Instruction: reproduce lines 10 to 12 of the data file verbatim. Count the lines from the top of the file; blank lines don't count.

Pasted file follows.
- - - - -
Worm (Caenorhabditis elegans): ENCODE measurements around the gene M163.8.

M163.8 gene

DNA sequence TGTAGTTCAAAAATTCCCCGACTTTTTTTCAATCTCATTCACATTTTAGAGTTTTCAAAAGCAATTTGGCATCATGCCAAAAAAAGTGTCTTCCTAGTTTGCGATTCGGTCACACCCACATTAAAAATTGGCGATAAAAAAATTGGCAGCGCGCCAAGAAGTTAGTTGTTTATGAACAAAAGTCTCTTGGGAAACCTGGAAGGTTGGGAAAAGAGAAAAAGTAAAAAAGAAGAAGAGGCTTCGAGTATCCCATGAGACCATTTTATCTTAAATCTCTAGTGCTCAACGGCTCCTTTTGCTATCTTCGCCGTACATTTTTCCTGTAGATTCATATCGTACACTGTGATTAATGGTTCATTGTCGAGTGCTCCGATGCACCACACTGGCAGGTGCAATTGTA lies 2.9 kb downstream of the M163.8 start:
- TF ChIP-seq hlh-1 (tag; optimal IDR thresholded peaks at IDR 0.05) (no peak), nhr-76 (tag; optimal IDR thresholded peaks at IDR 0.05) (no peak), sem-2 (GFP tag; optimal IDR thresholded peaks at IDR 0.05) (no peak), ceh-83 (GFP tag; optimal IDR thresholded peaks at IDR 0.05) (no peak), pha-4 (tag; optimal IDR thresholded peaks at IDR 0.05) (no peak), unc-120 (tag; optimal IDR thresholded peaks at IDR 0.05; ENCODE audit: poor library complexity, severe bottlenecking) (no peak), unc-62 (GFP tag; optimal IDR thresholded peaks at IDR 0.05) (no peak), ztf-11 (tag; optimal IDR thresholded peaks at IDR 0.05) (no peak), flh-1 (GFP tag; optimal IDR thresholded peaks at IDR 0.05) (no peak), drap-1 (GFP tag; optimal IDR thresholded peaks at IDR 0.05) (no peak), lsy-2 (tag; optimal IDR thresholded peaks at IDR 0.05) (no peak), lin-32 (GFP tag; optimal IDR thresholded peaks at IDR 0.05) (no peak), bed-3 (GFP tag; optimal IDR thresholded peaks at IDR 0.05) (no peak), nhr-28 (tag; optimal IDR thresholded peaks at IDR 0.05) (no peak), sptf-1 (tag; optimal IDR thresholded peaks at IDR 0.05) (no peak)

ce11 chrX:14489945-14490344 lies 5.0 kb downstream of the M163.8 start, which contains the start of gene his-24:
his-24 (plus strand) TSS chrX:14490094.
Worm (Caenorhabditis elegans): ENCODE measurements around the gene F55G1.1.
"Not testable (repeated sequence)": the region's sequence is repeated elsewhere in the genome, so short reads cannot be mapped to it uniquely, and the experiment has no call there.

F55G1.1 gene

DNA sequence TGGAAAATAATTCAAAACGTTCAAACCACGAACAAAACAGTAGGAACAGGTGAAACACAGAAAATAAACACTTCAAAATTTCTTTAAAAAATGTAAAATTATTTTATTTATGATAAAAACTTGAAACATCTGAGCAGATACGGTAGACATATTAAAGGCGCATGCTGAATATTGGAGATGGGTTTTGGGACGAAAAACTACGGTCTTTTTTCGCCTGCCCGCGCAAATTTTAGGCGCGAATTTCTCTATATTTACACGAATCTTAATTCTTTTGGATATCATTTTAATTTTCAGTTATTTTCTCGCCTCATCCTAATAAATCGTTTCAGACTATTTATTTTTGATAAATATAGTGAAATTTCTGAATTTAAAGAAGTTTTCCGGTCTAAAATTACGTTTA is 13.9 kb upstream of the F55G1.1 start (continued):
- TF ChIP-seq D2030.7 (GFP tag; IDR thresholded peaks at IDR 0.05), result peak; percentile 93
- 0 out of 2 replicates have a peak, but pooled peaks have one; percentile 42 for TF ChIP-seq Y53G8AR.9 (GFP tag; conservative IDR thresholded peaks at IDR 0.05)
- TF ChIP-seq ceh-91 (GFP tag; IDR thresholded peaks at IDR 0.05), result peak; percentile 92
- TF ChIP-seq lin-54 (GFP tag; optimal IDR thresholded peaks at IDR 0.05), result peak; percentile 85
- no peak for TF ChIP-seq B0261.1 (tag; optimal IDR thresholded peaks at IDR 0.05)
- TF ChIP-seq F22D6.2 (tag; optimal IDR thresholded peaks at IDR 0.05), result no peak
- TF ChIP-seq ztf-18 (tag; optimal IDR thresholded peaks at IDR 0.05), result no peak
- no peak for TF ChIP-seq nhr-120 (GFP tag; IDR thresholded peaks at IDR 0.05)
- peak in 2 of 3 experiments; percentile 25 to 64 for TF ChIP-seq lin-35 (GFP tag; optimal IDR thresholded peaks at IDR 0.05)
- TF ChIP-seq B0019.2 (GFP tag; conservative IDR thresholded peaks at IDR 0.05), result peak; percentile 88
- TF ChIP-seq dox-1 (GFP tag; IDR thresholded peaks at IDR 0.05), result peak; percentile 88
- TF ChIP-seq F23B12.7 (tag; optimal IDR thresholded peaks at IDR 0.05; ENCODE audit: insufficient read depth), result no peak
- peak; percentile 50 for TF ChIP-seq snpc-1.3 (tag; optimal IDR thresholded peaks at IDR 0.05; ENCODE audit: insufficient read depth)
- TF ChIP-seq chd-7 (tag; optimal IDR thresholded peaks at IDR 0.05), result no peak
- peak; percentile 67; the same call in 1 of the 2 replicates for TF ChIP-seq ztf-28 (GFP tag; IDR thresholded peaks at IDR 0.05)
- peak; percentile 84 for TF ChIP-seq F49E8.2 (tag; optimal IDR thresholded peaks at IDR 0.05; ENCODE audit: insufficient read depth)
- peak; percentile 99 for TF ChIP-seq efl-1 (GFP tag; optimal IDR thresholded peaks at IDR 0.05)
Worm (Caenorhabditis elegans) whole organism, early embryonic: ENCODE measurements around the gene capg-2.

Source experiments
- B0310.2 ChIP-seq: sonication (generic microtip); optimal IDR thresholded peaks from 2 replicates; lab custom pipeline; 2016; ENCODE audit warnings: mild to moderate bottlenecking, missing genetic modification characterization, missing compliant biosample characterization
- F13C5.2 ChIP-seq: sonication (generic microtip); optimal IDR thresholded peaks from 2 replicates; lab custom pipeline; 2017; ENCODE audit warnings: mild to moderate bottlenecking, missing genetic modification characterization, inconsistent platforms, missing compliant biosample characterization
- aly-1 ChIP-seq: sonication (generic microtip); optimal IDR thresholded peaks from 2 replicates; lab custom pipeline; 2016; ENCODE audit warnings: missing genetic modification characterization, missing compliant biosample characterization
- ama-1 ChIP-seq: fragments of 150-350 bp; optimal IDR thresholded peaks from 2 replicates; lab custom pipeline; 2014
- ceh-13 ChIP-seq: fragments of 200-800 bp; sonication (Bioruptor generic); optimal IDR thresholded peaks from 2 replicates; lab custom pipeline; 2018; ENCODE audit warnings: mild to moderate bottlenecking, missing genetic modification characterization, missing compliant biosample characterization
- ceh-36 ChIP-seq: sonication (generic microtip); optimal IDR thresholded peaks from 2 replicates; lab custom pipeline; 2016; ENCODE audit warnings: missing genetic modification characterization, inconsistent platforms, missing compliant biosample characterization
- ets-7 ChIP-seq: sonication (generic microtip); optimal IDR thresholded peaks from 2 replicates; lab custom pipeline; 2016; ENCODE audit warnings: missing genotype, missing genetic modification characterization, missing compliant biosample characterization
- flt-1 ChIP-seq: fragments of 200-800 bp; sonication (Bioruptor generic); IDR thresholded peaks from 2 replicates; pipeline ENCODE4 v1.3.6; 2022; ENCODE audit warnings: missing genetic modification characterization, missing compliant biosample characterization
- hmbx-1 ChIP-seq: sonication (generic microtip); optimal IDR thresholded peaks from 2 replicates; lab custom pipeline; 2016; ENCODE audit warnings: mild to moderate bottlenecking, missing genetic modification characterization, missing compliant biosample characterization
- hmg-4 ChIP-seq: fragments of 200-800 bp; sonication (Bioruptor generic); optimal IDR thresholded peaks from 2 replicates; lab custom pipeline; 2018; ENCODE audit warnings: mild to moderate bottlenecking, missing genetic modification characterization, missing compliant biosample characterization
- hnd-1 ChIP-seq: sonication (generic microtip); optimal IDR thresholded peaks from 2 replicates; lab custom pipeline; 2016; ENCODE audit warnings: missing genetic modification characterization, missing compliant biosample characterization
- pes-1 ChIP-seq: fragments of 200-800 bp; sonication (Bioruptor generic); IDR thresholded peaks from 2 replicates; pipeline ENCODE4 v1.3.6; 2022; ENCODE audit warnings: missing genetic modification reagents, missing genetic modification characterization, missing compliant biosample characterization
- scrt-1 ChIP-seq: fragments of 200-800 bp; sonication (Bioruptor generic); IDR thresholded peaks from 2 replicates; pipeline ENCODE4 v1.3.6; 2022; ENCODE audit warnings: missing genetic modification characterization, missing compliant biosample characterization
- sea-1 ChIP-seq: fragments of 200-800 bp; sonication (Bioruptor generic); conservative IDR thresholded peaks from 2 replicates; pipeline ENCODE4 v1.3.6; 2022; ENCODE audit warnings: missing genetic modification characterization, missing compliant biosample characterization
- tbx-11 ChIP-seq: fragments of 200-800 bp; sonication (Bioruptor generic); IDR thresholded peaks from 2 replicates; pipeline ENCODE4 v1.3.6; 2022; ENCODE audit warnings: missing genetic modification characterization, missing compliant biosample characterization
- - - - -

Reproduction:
DNA sequence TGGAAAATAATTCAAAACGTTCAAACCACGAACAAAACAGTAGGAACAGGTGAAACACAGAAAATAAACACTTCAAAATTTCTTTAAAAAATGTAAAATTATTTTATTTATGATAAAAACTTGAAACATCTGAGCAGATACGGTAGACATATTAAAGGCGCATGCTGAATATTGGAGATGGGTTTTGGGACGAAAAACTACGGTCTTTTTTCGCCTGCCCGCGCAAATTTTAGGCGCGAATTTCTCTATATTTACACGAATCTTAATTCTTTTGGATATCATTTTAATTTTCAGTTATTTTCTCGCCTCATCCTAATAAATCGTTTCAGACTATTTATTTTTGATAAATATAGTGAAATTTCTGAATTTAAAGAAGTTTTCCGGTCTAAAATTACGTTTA is 13.9 kb upstream of the F55G1.1 start (continued):
- TF ChIP-seq D2030.7 (GFP tag; IDR thresholded peaks at IDR 0.05), result peak; percentile 93
- 0 out of 2 replicates have a peak, but pooled peaks have one; percentile 42 for TF ChIP-seq Y53G8AR.9 (GFP tag; conservative IDR thresholded peaks at IDR 0.05)